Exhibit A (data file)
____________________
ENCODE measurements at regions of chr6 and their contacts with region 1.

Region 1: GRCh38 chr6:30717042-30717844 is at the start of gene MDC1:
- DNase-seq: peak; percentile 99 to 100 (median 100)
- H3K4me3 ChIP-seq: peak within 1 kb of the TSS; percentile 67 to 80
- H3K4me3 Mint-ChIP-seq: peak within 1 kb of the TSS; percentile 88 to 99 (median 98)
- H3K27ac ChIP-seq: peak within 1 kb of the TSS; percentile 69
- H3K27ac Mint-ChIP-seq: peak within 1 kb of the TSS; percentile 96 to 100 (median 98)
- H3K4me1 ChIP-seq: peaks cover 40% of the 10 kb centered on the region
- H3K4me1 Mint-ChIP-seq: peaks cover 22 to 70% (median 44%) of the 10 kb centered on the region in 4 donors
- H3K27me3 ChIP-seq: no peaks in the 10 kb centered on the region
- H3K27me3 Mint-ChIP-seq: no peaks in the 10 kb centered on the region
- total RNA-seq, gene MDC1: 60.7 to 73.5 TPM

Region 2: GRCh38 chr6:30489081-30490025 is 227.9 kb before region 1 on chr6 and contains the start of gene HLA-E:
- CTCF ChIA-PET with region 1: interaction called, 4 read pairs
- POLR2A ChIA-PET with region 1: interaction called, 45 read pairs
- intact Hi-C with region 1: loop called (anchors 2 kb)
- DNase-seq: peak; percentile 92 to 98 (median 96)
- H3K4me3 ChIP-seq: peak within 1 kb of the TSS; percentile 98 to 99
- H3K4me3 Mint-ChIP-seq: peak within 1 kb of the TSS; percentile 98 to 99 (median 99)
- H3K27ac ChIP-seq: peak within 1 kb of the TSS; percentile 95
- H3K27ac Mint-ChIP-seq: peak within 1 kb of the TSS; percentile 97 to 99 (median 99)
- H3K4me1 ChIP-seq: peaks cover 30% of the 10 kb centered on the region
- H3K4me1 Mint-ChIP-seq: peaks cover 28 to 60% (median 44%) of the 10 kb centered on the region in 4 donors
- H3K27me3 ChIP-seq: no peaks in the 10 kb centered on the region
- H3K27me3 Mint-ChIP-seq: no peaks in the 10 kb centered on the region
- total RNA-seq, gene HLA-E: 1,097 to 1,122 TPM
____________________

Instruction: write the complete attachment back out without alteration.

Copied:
ENCODE measurements at regions of chr6 and their contacts with region 1.

Region 1: GRCh38 chr6:30717042-30717844 is at the start of gene MDC1:
- DNase-seq: peak; percentile 99 to 100 (median 100)
- H3K4me3 ChIP-seq: peak within 1 kb of the TSS; percentile 67 to 80
- H3K4me3 Mint-ChIP-seq: peak within 1 kb of the TSS; percentile 88 to 99 (median 98)
- H3K27ac ChIP-seq: peak within 1 kb of the TSS; percentile 69
- H3K27ac Mint-ChIP-seq: peak within 1 kb of the TSS; percentile 96 to 100 (median 98)
- H3K4me1 ChIP-seq: peaks cover 40% of the 10 kb centered on the region
- H3K4me1 Mint-ChIP-seq: peaks cover 22 to 70% (median 44%) of the 10 kb centered on the region in 4 donors
- H3K27me3 ChIP-seq: no peaks in the 10 kb centered on the region
- H3K27me3 Mint-ChIP-seq: no peaks in the 10 kb centered on the region
- total RNA-seq, gene MDC1: 60.7 to 73.5 TPM

Region 2: GRCh38 chr6:30489081-30490025 is 227.9 kb before region 1 on chr6 and contains the start of gene HLA-E:
- CTCF ChIA-PET with region 1: interaction called, 4 read pairs
- POLR2A ChIA-PET with region 1: interaction called, 45 read pairs
- intact Hi-C with region 1: loop called (anchors 2 kb)
- DNase-seq: peak; percentile 92 to 98 (median 96)
- H3K4me3 ChIP-seq: peak within 1 kb of the TSS; percentile 98 to 99
- H3K4me3 Mint-ChIP-seq: peak within 1 kb of the TSS; percentile 98 to 99 (median 99)
- H3K27ac ChIP-seq: peak within 1 kb of the TSS; percentile 95
- H3K27ac Mint-ChIP-seq: peak within 1 kb of the TSS; percentile 97 to 99 (median 99)
- H3K4me1 ChIP-seq: peaks cover 30% of the 10 kb centered on the region
- H3K4me1 Mint-ChIP-seq: peaks cover 28 to 60% (median 44%) of the 10 kb centered on the region in 4 donors
- H3K27me3 ChIP-seq: no peaks in the 10 kb centered on the region
- H3K27me3 Mint-ChIP-seq: no peaks in the 10 kb centered on the region
- total RNA-seq, gene HLA-E: 1,097 to 1,122 TPM